KIRKLAND, Wash. (AP) -Shaun Alexander bobbled a short pass from Matt Hasselbeck in practice - and it was the best thing Mike Holmgren saw all day.
``I'm glad that happened,'' the Seahawks coach yelled across the field Friday to his star running back.
Holmgren was happy Alexander was getting to test the usefulness of the soft, padded cast he was wearing over his left wrist, halfway up his forearm. One day after Alexander was playfully coy about what the injury was or whether he was even wearing a cast, Holmgren said the 2005 league MVP sprained his wrist while running for 105 yards and a touchdown in last week's win over Tampa Bay.
``We're being real careful with that,'' Holmgren said after a light practice in which Alexander clowned around with teammates while participating fully with the first-team offense. ``He feels really good about playing with that thing. He feels better.
``And so they are going to rig something up during the game to allow him to play'' Sunday at Arizona, he said.
Alexander has a good reason to play through the injury this week. In 10 games against the Cardinals, he has 962 yards rushing and 15 touchdowns. Both are his most against any team.
The Seahawks have been wanting to throw more passes to Alexander this season, to reduce the receiving load on 36-year-old fullback Mack Strong and to make the offense tougher to defend. Alexander had a career-high 59 receptions in 2002, his first full season as Seattle's feature back, but has had 15 and 12 catches in each of the last two seasons. But he had problems with dropped passes in the preseason with two healthy hands, and then dropped another in the opener last week.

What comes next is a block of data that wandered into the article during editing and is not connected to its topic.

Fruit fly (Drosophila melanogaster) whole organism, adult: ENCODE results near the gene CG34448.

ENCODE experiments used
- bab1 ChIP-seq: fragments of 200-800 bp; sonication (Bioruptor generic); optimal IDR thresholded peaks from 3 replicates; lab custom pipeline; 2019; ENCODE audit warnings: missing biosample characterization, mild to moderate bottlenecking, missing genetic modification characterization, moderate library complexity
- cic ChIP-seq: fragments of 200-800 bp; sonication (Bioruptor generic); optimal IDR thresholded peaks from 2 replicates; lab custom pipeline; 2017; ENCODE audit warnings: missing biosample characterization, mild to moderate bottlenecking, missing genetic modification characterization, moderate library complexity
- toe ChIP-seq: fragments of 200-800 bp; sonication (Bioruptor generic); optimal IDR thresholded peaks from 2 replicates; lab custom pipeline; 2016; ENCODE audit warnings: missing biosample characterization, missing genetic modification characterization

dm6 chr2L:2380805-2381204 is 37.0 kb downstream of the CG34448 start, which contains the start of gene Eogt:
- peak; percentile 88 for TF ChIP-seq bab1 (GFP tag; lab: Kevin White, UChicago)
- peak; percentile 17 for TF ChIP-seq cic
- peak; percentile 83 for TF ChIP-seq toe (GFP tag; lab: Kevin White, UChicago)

``I told him, 'Heck, maybe we'll put a cast on the other hand and things will get better, I don't know,'' Holmgren joked.
``He's limited slightly with that thing,'' Holmgren said of the bulbous, taped cast that stops about midway up Alexander's thumb. ``It's different, let me put it that way, so he's got to get used to it. I think it does affect him, certainly.''
Seattle's play-caller expects Alexander to be limited Sunday - and indefinitely beyond that, since the coach said he didn't know how long Alexander will have to wear the cast.
``Anytime a running back or receiver has to wear one of those, it's different,'' Holmgren said.
Leonard Weaver, an undrafted free agent in 2005 and Alvin Pearman, acquired in a trade from Jacksonville earlier this month, will get more opportunities in passing situations with Alexander limited.
Alexander severely bruised his foot in last season's opener. After playing on it for two more games, the foot became cracked, causing him to miss six games and rush for just 896 yards in the regular season. It was the first season under 1,000 yards since he became Seattle's feature back in 2001.
The Seahawks say his foot may still have a small crack, but Alexander was unlimited in practices throughout minicamps and training camp.

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